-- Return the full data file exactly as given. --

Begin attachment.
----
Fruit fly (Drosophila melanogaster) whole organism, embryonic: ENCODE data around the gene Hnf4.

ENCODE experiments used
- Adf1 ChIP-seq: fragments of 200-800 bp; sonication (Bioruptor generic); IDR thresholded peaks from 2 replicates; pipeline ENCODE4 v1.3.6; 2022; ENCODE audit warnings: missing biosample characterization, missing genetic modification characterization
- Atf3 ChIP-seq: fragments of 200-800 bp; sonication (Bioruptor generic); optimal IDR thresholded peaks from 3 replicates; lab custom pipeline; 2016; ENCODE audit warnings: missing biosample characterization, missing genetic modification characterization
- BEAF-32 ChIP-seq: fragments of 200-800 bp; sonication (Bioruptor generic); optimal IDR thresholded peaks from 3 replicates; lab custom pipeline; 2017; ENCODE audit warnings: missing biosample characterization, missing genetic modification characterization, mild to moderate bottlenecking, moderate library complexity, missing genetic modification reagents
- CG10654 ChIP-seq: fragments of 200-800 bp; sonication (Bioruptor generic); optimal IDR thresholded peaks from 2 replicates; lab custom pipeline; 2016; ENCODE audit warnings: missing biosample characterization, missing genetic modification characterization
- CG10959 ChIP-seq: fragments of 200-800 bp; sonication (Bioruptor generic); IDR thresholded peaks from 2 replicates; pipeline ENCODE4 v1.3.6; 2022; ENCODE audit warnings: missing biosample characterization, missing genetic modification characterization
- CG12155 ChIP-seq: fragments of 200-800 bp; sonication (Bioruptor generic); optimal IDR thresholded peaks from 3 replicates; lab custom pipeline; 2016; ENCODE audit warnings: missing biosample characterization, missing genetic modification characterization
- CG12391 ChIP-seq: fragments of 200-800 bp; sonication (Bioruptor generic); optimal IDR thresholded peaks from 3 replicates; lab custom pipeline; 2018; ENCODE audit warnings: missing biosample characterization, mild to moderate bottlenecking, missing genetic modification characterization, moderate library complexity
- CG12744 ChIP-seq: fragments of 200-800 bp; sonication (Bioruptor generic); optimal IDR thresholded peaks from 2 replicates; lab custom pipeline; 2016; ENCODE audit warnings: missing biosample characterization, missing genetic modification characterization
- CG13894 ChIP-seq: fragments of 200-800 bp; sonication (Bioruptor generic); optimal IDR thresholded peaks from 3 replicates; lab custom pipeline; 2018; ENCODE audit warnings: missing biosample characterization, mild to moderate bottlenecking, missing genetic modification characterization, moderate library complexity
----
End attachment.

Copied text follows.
Fruit fly (Drosophila melanogaster) whole organism, embryonic: ENCODE data around the gene Hnf4.

ENCODE experiments used
- Adf1 ChIP-seq: fragments of 200-800 bp; sonication (Bioruptor generic); IDR thresholded peaks from 2 replicates; pipeline ENCODE4 v1.3.6; 2022; ENCODE audit warnings: missing biosample characterization, missing genetic modification characterization
- Atf3 ChIP-seq: fragments of 200-800 bp; sonication (Bioruptor generic); optimal IDR thresholded peaks from 3 replicates; lab custom pipeline; 2016; ENCODE audit warnings: missing biosample characterization, missing genetic modification characterization
- BEAF-32 ChIP-seq: fragments of 200-800 bp; sonication (Bioruptor generic); optimal IDR thresholded peaks from 3 replicates; lab custom pipeline; 2017; ENCODE audit warnings: missing biosample characterization, missing genetic modification characterization, mild to moderate bottlenecking, moderate library complexity, missing genetic modification reagents
- CG10654 ChIP-seq: fragments of 200-800 bp; sonication (Bioruptor generic); optimal IDR thresholded peaks from 2 replicates; lab custom pipeline; 2016; ENCODE audit warnings: missing biosample characterization, missing genetic modification characterization
- CG10959 ChIP-seq: fragments of 200-800 bp; sonication (Bioruptor generic); IDR thresholded peaks from 2 replicates; pipeline ENCODE4 v1.3.6; 2022; ENCODE audit warnings: missing biosample characterization, missing genetic modification characterization
- CG12155 ChIP-seq: fragments of 200-800 bp; sonication (Bioruptor generic); optimal IDR thresholded peaks from 3 replicates; lab custom pipeline; 2016; ENCODE audit warnings: missing biosample characterization, missing genetic modification characterization
- CG12391 ChIP-seq: fragments of 200-800 bp; sonication (Bioruptor generic); optimal IDR thresholded peaks from 3 replicates; lab custom pipeline; 2018; ENCODE audit warnings: missing biosample characterization, mild to moderate bottlenecking, missing genetic modification characterization, moderate library complexity
- CG12744 ChIP-seq: fragments of 200-800 bp; sonication (Bioruptor generic); optimal IDR thresholded peaks from 2 replicates; lab custom pipeline; 2016; ENCODE audit warnings: missing biosample characterization, missing genetic modification characterization
- CG13894 ChIP-seq: fragments of 200-800 bp; sonication (Bioruptor generic); optimal IDR thresholded peaks from 3 replicates; lab custom pipeline; 2018; ENCODE audit warnings: missing biosample characterization, mild to moderate bottlenecking, missing genetic modification characterization, moderate library complexity